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Shipping Hatching Eggs
Types of Incubators
How to Incubate Eggs
How to Help Hatching Babies
How to Brood Poultry
Make A Poultry Incubator
How to Remove Shell from Baby Poultry without Killing It
The information here is from the Western North Carolina Farm and Garden Calendar.

How Long Does Hatching Take

Hatching can take place over several days. For chickens, run the incubator for 24 days (3 days more than normal hatch time). For ducks and turkeys run the incubator for 32 days (4 days more than normal hatch time).

It is better not to help a chick/duckling/poult crack out of its shell. If you do, they almost always die (unless you follow the instructions in the next paragraphs).

First Pip to Unzip to Out of Shell

It is usually 12-18 hours from pipping (first hole in egg) to hatching, though it can take up to 48 hours. It is called unzipping when the baby chips at the egg in a circle.

"I stopped turning my Ancona duck eggs at day 25. One of the backwards babies (head down) couldn't break through the shell and suffocated before I could save him. I didn't see him trying to pip in time since he was was pipping from the bottom." -Betsy, Indian Trail, North Carolina

How to Help Baby Poultry Get Out of Shell Once Pipping Starts

When a baby becomes too large to get oxygen through the egg shell pores, it uses its egg tooth to make a hole in the air sac at the flat, fat end of the egg. The egg tooth falls off a few days after hatching.

Pipping is when chicks, ducklings or poults start pecking on their shell so they can get out. They peck in a circle so the egg falls apart in half or so.

The egg to the left is a chicken egg. You can see the beak at the top of the hole.



Keep Hatching Humidity High

Inside the shell are 2 membranes. The inner membrane controls blood flow to the chick/duckling/poult, and the outer membrane holds moisture. The chick breaks the shell slowly and controls the stopping of the blood flow.

It can take 12 hours or more for the baby to come out of the eggshell once it first puts a little crack in the egg. It usually only takes an hour or so.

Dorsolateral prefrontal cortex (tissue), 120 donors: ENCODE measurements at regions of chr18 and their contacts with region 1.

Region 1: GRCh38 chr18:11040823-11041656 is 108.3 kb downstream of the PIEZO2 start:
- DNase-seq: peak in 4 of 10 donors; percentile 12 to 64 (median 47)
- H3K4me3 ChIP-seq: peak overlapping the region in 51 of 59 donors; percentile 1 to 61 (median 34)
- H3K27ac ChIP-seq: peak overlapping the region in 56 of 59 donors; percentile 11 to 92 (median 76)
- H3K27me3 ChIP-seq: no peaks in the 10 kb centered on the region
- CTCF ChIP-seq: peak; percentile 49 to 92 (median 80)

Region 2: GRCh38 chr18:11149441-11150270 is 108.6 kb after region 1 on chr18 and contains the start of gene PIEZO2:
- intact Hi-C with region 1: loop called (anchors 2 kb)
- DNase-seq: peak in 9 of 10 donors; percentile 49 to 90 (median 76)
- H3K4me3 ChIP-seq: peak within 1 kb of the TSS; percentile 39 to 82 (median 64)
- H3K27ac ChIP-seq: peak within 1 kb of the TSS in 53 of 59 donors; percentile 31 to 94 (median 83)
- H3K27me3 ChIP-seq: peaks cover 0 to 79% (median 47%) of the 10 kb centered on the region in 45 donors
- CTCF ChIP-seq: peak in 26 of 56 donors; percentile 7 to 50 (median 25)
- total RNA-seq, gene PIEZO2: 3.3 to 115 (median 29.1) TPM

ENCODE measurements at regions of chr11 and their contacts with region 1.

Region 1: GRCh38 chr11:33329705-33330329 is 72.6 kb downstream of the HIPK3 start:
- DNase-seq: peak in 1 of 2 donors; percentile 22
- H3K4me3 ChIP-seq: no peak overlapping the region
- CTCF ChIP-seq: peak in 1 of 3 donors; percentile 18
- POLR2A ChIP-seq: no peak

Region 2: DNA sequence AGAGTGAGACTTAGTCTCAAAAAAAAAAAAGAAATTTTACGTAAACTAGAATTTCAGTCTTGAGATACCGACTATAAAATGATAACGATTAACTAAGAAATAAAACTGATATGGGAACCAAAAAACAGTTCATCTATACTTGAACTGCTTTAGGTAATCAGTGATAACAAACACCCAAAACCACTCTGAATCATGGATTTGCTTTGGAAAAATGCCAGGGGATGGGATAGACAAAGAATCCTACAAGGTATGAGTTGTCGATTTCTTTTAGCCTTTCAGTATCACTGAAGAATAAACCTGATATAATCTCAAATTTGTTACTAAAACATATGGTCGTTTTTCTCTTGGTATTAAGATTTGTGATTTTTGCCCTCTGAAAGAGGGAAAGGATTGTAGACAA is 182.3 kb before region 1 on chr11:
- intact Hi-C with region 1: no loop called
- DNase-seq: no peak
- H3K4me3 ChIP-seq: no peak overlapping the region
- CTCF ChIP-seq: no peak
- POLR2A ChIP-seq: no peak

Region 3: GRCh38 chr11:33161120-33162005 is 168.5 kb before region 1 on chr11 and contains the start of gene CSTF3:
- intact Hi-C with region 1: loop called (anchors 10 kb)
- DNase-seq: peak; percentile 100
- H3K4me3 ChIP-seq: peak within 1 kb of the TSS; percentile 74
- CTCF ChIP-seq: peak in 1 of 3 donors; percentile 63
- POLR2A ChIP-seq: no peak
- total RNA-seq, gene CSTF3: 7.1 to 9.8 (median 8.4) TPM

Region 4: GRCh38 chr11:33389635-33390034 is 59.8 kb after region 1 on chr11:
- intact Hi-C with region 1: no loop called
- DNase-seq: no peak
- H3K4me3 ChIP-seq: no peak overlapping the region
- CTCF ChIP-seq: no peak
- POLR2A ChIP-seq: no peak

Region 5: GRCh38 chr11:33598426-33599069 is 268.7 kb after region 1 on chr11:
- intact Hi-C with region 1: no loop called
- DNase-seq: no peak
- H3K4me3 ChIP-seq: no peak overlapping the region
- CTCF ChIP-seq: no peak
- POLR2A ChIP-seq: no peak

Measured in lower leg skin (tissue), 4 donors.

Make sure humidity is high during hatching. You may need to spray eggs with a little water. Only open incubator when absolutely necessary to keep in moisture.

The eggs to the left are duck eggs.

"When I was helping them out of the shell and cut into the membrane to get them started on coming out, they would start to bleed a little. I would wrap them partially in a damp paper towel and just let them sit for a couple hours in the incubator.

The dampness raised the humidity so high that fluid started building up in the eggs close to their yolks. One died within minutes of wrapping it and another several hours after helping it. In fact we almost had the last one in a position to come out.

Through this experience what I learned is to stop the blood flow like you would with any wound we would get: by applying pressure with a dry paper towel."
-Rachel, Louisville, Kentucky


Stay Warm and Be Patient

If you do want to help a hatch that has already started (chick/duckling/poult has made a small hole in egg), then take egg out of incubator and go to a warm place. With dull tweezers, remove a little bit of the egg shell around the hole.

Do not remove any of the inner membrane. Do this in a circle around the shell like the baby would do it. Put the shell in the tweezer and pinch off small pieces.



Make Sure Baby Can Breathe

"Just wanted to tell you 9 out of 10 Ancona duck eggs you sent me are fertile and forming... yeaaaaa.. thank you so much.. Hope the rest of their growing time goes well... So excited." -Vicki, Bloomington, Wisconsin

"The baby in the picture on the right half in shell was breach. Poor baby tried and tried to get out of shell. His/her legs were above its head and wing half over face. He pipped a hole, and I could see his poor little beak quivering. I helped him/her every little bit to keep membrane moist and the air hole open. I could hear it crying in shell. After about 16 or 17 hours it was free!"
-Vicki, Bloomington, Wisconsin


Keep Egg Moist

While you are doing this, keep the egg membrane moist with warm water in a dropper. The key to this is keeping the membrane moist.

Do not drown baby. If you see blood, stop.

After cracking around some or all of the egg, wrap a warm, very wet piece of washcloth around the cracked parts of the egg. Do not cover the beak. Put back in incubator. The beak should be on its side or facing up.


When to Remove Babies from Incubator

Remove chicks, poults or ducklings from the incubator once a day. They can live for 48 hours without food or water. You only remove once a day so the incubator maintains stable temperature and humidity.

Some incubators have a small plug you can remove to help reduce humidity while babies dry.




"A Guide to Better Hatching" Book
"Sexing All Fowl" Book

 

 

 


 
Nantahala Farm in the Mountains of Western NC
Macon County (close to Cherokee, Graham and Swain Counties)
Topton, North Carolina 28781
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Stay at my Vacation Rental on the farm.

828-321-9036 every day 9 am to 8 pm eastern time.
Email: orders@healthtreasures.com

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